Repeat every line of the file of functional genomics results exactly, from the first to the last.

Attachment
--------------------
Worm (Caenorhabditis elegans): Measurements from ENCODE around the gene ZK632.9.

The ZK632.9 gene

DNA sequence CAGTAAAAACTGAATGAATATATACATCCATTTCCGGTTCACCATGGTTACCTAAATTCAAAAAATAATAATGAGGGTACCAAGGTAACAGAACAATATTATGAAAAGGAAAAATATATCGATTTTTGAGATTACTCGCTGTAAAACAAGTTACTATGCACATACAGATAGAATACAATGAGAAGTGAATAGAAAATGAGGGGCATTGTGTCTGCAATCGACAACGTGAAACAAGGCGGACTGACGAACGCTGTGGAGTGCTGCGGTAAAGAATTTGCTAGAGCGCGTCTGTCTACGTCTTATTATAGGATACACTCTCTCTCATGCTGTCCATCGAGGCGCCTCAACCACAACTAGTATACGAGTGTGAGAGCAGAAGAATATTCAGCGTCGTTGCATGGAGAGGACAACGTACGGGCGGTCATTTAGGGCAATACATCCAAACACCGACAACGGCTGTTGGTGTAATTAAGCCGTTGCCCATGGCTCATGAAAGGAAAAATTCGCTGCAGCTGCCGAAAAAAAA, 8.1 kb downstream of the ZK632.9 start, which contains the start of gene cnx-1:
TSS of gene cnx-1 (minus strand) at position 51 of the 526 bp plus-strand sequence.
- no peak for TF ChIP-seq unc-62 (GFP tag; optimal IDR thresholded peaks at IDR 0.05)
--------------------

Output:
Worm (Caenorhabditis elegans): Measurements from ENCODE around the gene ZK632.9.

The ZK632.9 gene

DNA sequence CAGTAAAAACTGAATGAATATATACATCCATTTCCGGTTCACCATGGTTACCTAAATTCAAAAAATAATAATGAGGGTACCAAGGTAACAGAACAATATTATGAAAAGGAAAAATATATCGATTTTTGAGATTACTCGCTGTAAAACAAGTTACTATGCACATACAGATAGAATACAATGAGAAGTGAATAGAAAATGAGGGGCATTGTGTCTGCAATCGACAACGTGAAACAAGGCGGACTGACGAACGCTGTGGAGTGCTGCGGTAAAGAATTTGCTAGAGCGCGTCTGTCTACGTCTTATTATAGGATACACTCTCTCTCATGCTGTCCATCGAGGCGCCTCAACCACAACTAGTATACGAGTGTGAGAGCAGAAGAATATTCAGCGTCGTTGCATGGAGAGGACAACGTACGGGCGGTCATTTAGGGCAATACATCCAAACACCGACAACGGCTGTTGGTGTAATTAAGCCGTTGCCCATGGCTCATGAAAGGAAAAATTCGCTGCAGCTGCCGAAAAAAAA, 8.1 kb downstream of the ZK632.9 start, which contains the start of gene cnx-1:
TSS of gene cnx-1 (minus strand) at position 51 of the 526 bp plus-strand sequence.
- no peak for TF ChIP-seq unc-62 (GFP tag; optimal IDR thresholded peaks at IDR 0.05)